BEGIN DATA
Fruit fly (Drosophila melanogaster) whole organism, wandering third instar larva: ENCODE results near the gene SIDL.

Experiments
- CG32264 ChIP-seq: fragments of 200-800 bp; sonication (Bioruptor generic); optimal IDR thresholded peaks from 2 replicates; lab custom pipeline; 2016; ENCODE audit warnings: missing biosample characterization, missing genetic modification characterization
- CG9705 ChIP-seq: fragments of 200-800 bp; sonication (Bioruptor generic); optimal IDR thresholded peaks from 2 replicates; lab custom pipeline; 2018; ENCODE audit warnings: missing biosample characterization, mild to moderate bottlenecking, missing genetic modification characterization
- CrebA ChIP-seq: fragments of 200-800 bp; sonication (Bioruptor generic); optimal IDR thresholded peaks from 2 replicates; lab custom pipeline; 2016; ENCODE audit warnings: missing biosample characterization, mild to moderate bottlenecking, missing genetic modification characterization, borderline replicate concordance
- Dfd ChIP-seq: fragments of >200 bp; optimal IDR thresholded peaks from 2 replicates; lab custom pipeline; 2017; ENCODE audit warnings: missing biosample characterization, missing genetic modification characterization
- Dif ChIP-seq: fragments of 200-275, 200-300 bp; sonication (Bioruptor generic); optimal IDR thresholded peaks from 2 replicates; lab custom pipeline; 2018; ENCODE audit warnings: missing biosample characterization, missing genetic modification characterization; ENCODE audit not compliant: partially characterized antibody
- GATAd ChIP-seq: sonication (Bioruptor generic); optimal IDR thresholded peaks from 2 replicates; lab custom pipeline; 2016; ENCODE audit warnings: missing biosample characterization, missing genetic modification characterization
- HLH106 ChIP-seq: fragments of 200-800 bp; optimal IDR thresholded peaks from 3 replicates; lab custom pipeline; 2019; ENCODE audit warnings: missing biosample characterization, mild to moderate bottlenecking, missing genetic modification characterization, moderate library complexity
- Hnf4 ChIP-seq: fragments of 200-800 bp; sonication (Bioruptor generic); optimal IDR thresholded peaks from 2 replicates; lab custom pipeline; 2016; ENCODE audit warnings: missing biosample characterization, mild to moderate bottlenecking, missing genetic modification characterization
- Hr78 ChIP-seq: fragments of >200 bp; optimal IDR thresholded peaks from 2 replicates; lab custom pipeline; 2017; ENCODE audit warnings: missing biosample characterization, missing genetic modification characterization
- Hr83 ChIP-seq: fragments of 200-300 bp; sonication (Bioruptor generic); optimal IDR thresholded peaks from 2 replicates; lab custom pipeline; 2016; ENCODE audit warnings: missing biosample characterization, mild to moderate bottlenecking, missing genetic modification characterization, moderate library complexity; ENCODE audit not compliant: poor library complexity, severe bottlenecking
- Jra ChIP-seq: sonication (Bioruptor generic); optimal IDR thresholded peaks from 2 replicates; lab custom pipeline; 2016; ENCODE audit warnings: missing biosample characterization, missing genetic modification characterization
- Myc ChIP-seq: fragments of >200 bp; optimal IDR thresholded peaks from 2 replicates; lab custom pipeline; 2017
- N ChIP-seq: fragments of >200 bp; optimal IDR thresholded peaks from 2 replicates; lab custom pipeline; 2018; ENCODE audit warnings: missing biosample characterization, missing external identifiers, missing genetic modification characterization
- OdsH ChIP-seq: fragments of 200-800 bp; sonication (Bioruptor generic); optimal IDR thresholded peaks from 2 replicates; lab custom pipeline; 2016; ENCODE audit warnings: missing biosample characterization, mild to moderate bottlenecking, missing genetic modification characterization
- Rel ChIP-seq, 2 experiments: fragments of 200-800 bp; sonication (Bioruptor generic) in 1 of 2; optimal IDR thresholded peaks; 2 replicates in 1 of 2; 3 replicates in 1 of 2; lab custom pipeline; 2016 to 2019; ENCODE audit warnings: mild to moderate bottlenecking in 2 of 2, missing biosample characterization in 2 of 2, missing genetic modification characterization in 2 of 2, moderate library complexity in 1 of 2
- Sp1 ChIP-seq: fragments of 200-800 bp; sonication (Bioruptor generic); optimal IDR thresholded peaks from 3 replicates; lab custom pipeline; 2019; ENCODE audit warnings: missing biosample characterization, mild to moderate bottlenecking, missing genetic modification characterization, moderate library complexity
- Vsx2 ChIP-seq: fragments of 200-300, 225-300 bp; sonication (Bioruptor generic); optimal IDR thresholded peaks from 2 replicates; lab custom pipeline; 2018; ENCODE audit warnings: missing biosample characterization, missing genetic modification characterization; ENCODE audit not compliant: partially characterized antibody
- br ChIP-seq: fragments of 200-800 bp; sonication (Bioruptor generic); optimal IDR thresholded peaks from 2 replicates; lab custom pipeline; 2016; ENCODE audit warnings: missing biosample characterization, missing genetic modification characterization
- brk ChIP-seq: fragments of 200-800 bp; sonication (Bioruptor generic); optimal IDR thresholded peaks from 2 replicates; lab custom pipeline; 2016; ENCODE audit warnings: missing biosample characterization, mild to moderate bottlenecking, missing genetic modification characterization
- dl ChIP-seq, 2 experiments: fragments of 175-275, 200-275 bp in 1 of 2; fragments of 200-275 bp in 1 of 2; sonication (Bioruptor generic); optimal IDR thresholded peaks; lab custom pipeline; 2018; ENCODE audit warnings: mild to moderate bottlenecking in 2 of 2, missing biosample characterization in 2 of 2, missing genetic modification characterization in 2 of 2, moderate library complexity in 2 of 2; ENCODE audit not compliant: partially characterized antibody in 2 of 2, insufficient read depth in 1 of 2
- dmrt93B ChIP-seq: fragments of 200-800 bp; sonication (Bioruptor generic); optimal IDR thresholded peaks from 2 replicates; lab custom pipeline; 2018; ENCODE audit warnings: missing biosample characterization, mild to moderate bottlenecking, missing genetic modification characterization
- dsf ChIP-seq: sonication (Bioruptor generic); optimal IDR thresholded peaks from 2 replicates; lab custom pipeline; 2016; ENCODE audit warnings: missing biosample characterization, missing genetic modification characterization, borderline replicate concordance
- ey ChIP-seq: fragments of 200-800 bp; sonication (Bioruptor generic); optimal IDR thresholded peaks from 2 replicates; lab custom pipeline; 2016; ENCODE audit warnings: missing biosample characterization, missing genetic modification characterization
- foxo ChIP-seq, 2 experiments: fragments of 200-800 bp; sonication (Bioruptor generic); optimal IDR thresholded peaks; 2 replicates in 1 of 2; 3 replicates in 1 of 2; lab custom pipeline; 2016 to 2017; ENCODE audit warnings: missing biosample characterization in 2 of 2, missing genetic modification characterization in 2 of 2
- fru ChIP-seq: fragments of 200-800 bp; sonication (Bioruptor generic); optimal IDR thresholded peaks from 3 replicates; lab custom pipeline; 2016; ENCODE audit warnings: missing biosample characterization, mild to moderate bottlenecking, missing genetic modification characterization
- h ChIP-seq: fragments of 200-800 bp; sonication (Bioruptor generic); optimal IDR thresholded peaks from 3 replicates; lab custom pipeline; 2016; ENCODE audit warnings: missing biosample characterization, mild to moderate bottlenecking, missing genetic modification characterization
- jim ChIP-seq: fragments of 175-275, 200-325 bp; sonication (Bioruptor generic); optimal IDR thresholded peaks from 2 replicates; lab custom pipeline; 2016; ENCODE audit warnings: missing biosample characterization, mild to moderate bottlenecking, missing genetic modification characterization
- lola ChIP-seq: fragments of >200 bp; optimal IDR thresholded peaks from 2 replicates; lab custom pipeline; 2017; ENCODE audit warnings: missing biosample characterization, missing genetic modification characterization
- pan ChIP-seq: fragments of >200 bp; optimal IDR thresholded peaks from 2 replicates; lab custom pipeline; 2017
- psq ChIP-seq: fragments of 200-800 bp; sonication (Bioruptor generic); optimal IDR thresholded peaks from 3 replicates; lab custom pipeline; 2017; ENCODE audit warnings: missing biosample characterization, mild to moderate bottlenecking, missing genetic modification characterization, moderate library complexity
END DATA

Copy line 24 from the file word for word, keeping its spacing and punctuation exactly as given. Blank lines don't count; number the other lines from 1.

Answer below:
- dsf ChIP-seq: sonication (Bioruptor generic); optimal IDR thresholded peaks from 2 replicates; lab custom pipeline; 2016; ENCODE audit warnings: missing biosample characterization, missing genetic modification characterization, borderline replicate concordance